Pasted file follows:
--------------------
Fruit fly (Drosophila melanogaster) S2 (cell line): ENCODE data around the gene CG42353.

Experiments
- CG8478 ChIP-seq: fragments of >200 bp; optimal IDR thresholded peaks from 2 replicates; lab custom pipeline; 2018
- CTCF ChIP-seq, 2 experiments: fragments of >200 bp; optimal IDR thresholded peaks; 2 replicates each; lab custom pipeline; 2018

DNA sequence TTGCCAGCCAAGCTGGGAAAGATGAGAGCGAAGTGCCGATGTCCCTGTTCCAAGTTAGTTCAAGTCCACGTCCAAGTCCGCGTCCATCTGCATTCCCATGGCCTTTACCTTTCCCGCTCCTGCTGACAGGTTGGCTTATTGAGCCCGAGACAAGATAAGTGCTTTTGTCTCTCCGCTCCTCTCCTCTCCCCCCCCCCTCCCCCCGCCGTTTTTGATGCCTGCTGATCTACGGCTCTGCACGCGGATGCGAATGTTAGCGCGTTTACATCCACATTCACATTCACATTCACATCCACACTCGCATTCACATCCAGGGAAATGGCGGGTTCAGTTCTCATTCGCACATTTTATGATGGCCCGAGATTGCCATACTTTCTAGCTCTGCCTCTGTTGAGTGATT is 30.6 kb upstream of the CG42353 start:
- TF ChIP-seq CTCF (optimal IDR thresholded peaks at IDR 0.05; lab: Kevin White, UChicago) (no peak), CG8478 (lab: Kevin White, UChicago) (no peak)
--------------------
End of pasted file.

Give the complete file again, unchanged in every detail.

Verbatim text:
Fruit fly (Drosophila melanogaster) S2 (cell line): ENCODE data around the gene CG42353.

Experiments
- CG8478 ChIP-seq: fragments of >200 bp; optimal IDR thresholded peaks from 2 replicates; lab custom pipeline; 2018
- CTCF ChIP-seq, 2 experiments: fragments of >200 bp; optimal IDR thresholded peaks; 2 replicates each; lab custom pipeline; 2018

DNA sequence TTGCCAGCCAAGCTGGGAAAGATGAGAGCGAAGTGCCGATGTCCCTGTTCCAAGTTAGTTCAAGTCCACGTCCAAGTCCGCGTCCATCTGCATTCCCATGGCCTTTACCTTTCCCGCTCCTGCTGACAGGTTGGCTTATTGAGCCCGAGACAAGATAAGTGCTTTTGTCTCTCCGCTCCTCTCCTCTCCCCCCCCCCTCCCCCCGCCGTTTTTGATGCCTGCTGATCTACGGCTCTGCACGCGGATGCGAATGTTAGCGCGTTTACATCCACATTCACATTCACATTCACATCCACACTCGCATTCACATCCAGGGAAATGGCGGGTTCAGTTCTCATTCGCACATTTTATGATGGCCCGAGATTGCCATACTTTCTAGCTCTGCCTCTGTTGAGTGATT is 30.6 kb upstream of the CG42353 start:
- TF ChIP-seq CTCF (optimal IDR thresholded peaks at IDR 0.05; lab: Kevin White, UChicago) (no peak), CG8478 (lab: Kevin White, UChicago) (no peak)